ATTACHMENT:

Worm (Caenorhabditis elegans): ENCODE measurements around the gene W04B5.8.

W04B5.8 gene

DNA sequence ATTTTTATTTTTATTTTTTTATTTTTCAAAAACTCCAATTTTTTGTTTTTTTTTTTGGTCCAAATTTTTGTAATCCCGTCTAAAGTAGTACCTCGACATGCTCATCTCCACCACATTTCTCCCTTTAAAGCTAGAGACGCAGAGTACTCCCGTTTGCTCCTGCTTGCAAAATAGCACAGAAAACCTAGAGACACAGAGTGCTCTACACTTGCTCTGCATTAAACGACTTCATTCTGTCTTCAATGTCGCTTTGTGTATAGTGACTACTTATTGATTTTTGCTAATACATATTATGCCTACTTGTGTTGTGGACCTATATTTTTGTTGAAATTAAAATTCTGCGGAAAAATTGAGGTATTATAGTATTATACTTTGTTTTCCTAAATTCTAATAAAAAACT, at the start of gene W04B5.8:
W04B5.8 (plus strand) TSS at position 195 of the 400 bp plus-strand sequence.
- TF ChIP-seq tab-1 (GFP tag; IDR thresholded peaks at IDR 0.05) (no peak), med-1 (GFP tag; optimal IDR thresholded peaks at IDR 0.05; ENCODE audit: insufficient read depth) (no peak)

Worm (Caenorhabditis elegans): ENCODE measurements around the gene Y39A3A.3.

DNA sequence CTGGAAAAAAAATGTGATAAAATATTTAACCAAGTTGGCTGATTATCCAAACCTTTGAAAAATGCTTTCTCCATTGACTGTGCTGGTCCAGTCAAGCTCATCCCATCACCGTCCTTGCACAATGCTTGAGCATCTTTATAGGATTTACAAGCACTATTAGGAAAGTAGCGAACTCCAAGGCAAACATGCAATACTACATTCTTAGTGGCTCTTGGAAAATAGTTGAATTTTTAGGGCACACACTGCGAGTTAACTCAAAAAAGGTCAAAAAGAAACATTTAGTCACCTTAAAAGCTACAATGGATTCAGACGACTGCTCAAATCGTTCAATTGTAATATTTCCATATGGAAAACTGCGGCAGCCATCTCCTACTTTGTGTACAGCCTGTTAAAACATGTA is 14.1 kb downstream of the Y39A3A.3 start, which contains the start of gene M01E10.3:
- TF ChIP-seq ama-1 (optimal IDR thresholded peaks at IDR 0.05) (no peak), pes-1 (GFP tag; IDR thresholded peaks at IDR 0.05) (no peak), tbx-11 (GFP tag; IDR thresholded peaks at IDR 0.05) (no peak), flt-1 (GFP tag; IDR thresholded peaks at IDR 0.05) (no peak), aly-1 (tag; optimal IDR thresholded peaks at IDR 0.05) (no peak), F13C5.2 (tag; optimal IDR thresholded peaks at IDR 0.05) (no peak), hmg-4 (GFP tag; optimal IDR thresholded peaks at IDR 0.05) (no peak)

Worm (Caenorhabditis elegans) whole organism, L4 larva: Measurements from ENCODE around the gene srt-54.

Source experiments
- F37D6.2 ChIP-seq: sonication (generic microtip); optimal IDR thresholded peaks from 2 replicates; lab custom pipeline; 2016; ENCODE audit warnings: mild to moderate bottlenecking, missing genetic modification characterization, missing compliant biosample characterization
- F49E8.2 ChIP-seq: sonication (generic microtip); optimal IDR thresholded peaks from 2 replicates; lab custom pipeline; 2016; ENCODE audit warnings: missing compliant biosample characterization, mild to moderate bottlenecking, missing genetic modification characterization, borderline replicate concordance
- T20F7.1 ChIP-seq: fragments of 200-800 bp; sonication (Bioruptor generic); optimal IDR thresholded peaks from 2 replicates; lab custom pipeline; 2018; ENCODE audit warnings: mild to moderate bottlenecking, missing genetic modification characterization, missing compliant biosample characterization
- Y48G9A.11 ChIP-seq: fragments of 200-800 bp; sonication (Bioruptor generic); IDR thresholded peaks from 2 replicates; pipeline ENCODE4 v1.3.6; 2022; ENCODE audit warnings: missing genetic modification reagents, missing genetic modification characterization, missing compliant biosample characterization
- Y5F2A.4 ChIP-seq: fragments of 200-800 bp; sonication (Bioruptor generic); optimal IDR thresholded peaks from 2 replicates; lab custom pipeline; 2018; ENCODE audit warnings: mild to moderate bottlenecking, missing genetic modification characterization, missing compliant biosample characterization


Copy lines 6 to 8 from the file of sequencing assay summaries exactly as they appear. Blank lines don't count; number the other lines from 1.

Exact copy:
Worm (Caenorhabditis elegans): ENCODE measurements around the gene Y39A3A.3.

DNA sequence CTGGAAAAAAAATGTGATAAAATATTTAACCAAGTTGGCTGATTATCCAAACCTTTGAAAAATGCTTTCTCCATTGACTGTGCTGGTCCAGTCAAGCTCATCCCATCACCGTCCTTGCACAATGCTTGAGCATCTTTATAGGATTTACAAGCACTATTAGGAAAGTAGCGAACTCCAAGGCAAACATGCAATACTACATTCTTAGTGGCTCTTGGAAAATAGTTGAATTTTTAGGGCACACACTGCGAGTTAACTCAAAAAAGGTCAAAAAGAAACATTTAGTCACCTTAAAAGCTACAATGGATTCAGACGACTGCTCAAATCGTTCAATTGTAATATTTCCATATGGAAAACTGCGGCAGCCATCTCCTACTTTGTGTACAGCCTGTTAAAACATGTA is 14.1 kb downstream of the Y39A3A.3 start, which contains the start of gene M01E10.3:
- TF ChIP-seq ama-1 (optimal IDR thresholded peaks at IDR 0.05) (no peak), pes-1 (GFP tag; IDR thresholded peaks at IDR 0.05) (no peak), tbx-11 (GFP tag; IDR thresholded peaks at IDR 0.05) (no peak), flt-1 (GFP tag; IDR thresholded peaks at IDR 0.05) (no peak), aly-1 (tag; optimal IDR thresholded peaks at IDR 0.05) (no peak), F13C5.2 (tag; optimal IDR thresholded peaks at IDR 0.05) (no peak), hmg-4 (GFP tag; optimal IDR thresholded peaks at IDR 0.05) (no peak)